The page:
Abstract: In the last two decades the Netherlands have experienced an increase in real-estate prices, accompanied by an increase in mortgages and a marked decline in household savings. As a consequence banks are faced with a large retail funding gap outstanding mortgage debt is insufficiently matched by retail deposits, whereas other funding possibilities of banks have increasingly been constrained - also due to their large foreign exposures. In this paper we argue that traditional macroeconomic models cannot analyse this phenomenon appropriately since they lack a proper model of the financial sector and underestimate the potential for interactions between the monetary and the real sphere. We present a stock-flow consistent approach developed by Godley and Lavoie as a valuable alternative to traditional and new Keynesian macroeconomic models and we use this approach to analyse the deposit financing gap for the Netherlands.
    Keywords: Current Heterodox Approaches: General; Financial Markets and the Macroeconomy; Macroeconomic Policy, Macroeconomic Aspects of Public Finance, and General Outlook: General; Banks; Depository Institutions; Micro Finance Institutions; Mortgages;
    JEL: E44 B50 E60 G21
    Date: 2014
  5. By: Mark Setterfield; Yun K. Kim; Jeremy Rees
    Abstract: We investigate the claim that the way in which debtor households service their debts matters for macroeconomic performance. A standard Kaleckian growth model is modidied to incorporate working households who borrow to finance consumption that is determined, in part, by the desire to emulate the consumption patterns of more affluent households. The impact of this behavior on the sustainability of the growth process is then studied by means of a numerical analysis that captures various dimensions of income inequality. When compared to previous contributions to the literature, our results show that the way in which debtor households service their debt has both quantitative and qualitative effects on the economy's macrodynamics.
    Keywords: Consumer debt, emulation, income distribution, Golden Age regime, Neoliberal regime, expenditure cascades, growth
    JEL: E12 E44 O41
    Date: 2014–11
  6. By: Su, Ye; Cook, Michael L.
    Abstract: Originating from a bold idea, Organic Valley currently reigns as the largest organic cooperative in North America. In 1988, from the non-glaciated, hilly part of Southwestern Wisconsin, seven progressive rural entrepreneurs started a courageous and visionary journey. The founders’ original objectives were to create an organization that would provide stable pay-prices to farmers and a sustainable family farm life style. For much of its more than 25 year history, Organic Valley has achieved this mission. However, in the past few years a more hostile economic environment emerged testing the resolve of George Siemon, CEO, and the Organic Valley leadership team. This case shares the evolution of a determined, idealistic group of mostly small rural producers leading a farmer owned firm from nothing but a dream to a complex international cooperative facing an important set of challenges. The current quandary: can the original mission of Organic Valley – to simultaneously deliver a stable producer pay-price and a sustainable life style to member suppliers – be maintained?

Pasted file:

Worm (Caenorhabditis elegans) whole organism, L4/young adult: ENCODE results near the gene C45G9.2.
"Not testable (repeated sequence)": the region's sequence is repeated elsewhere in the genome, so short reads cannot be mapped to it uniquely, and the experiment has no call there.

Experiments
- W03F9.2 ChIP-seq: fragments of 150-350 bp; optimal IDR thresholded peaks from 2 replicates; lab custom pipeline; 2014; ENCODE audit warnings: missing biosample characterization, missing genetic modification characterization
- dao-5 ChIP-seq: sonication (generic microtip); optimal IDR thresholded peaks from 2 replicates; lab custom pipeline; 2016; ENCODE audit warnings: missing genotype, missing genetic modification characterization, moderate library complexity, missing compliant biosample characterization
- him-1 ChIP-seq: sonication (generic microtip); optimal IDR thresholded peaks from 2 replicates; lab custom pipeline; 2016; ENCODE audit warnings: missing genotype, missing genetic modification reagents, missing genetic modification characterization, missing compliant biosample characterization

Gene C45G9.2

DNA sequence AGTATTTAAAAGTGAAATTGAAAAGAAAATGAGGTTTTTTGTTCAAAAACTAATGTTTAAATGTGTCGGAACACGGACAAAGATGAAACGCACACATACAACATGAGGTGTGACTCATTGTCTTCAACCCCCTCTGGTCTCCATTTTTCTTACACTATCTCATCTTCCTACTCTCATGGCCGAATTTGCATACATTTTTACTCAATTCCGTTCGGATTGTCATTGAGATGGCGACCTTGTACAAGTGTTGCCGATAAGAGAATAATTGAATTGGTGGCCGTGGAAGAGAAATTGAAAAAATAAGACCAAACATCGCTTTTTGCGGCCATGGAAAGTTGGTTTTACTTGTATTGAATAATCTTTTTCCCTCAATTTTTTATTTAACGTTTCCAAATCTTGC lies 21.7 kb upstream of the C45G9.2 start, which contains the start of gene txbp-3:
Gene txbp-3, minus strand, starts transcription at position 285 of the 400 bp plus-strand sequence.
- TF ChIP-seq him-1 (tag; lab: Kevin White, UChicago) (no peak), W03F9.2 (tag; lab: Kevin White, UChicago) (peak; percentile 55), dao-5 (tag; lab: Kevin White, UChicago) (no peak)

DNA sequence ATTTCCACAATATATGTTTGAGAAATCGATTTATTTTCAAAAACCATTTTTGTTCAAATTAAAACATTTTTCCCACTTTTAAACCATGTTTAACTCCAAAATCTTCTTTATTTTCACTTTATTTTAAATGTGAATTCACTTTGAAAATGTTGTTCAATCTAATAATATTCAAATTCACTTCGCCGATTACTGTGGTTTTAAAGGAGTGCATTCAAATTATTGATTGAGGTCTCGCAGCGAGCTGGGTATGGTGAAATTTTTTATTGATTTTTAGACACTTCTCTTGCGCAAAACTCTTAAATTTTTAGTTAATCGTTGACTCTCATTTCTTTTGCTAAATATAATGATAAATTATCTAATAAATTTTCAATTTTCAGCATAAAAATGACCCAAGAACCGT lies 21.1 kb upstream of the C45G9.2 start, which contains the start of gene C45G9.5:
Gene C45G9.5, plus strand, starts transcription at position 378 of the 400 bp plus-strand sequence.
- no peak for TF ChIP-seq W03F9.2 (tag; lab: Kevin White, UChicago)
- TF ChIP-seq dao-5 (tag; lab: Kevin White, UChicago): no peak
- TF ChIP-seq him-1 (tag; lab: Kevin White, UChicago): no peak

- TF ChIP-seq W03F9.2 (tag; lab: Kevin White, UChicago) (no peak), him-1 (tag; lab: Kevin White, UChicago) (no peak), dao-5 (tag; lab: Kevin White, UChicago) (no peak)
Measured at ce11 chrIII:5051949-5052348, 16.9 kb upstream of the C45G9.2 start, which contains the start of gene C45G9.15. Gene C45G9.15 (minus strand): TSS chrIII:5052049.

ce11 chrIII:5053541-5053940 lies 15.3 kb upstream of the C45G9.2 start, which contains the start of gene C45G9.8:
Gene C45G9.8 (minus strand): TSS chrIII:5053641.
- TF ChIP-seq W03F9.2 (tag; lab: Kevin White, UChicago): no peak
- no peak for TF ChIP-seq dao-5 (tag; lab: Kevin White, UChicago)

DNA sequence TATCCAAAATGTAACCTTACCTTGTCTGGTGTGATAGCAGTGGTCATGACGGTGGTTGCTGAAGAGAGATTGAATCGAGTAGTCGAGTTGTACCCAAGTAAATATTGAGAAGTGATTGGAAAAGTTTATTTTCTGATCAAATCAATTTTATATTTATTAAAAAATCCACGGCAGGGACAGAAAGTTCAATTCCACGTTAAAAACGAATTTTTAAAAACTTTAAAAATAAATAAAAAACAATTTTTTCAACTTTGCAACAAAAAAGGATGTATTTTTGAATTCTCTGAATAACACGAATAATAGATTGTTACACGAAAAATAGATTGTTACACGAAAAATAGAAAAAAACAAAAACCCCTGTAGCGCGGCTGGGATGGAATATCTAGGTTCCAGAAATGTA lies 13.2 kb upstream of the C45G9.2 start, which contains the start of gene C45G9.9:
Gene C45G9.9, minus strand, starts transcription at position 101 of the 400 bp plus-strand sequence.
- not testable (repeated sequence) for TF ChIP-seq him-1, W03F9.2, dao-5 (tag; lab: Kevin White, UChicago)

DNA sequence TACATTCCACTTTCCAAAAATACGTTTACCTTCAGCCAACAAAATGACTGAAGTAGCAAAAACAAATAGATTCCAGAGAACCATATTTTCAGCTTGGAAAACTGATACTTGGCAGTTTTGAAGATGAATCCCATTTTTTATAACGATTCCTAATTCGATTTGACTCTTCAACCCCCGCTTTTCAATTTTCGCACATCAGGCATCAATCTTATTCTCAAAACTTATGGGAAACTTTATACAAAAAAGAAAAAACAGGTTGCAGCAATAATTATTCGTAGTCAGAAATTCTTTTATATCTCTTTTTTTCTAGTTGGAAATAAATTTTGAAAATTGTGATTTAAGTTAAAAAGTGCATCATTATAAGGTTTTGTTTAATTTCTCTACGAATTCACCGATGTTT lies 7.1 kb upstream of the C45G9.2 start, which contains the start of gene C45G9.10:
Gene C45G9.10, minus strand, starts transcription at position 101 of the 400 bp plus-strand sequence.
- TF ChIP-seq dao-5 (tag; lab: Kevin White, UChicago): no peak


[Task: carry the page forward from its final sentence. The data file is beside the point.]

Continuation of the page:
Keywords: Agribusiness, Community/Rural/Urban Development, Industrial Organization, A22, A23, Q01, Q11, Q13,
    Date: 2014–07
  7. By: Yoshihara, Naoki (The Institute of Economic Research, Hitotsubashi University);
    Abstract: This report explores the development of exploitation theory in mathematical Marxian economics by reviewing the main controversies surrounding the definition of exploitation since the contribution of Okishio (1963). The report first examines the robustness and economic implications of the debates on the Fundamental Marxian Theorem, developed mainly in the 1970s and 1980s, followed by the property relation theory of exploitation by Roemer (1982). Then, the more recent exploitation theory proposed by Vrousalis (2013) and Wright (2000) is introduced, before examining its economic implications using a simple economic model. Finally, the report introduces and comments on recent axiomatic studies of exploitation by focusing on the work of Veneziani and Yoshihara (2013a).
    Keywords: Fundamental Marxian Theorem; Property Relations Definition of Exploitation; Profit-Exploitation Correspondence Principle.
    JEL: D63 D51
    Date: 2014
  8. By: Ivar Kolstad; Arne Wiig